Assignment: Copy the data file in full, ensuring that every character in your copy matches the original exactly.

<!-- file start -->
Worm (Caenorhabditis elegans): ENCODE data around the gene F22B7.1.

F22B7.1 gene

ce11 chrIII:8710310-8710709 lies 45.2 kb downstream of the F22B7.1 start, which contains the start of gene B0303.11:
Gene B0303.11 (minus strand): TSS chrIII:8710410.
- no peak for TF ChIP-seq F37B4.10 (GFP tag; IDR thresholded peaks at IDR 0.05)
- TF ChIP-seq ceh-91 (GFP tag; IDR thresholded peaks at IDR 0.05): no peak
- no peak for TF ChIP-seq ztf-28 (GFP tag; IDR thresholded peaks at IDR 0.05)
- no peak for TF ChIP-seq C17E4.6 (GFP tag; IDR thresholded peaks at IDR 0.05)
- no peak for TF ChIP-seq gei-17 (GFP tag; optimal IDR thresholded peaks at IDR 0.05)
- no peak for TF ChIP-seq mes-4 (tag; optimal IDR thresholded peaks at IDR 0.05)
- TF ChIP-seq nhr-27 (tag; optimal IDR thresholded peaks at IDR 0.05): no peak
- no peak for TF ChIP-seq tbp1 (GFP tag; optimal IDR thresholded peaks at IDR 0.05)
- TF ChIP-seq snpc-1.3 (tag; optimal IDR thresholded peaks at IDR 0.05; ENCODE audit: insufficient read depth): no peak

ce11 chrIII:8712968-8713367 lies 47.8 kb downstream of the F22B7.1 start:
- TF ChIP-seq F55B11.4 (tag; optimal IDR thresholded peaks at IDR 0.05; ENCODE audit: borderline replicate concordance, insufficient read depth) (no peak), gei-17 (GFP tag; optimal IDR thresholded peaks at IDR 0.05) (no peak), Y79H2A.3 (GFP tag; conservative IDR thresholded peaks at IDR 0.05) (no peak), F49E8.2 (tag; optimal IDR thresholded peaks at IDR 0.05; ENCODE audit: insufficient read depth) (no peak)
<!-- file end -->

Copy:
Worm (Caenorhabditis elegans): ENCODE data around the gene F22B7.1.

F22B7.1 gene

ce11 chrIII:8710310-8710709 lies 45.2 kb downstream of the F22B7.1 start, which contains the start of gene B0303.11:
Gene B0303.11 (minus strand): TSS chrIII:8710410.
- no peak for TF ChIP-seq F37B4.10 (GFP tag; IDR thresholded peaks at IDR 0.05)
- TF ChIP-seq ceh-91 (GFP tag; IDR thresholded peaks at IDR 0.05): no peak
- no peak for TF ChIP-seq ztf-28 (GFP tag; IDR thresholded peaks at IDR 0.05)
- no peak for TF ChIP-seq C17E4.6 (GFP tag; IDR thresholded peaks at IDR 0.05)
- no peak for TF ChIP-seq gei-17 (GFP tag; optimal IDR thresholded peaks at IDR 0.05)
- no peak for TF ChIP-seq mes-4 (tag; optimal IDR thresholded peaks at IDR 0.05)
- TF ChIP-seq nhr-27 (tag; optimal IDR thresholded peaks at IDR 0.05): no peak
- no peak for TF ChIP-seq tbp1 (GFP tag; optimal IDR thresholded peaks at IDR 0.05)
- TF ChIP-seq snpc-1.3 (tag; optimal IDR thresholded peaks at IDR 0.05; ENCODE audit: insufficient read depth): no peak

ce11 chrIII:8712968-8713367 lies 47.8 kb downstream of the F22B7.1 start:
- TF ChIP-seq F55B11.4 (tag; optimal IDR thresholded peaks at IDR 0.05; ENCODE audit: borderline replicate concordance, insufficient read depth) (no peak), gei-17 (GFP tag; optimal IDR thresholded peaks at IDR 0.05) (no peak), Y79H2A.3 (GFP tag; conservative IDR thresholded peaks at IDR 0.05) (no peak), F49E8.2 (tag; optimal IDR thresholded peaks at IDR 0.05; ENCODE audit: insufficient read depth) (no peak)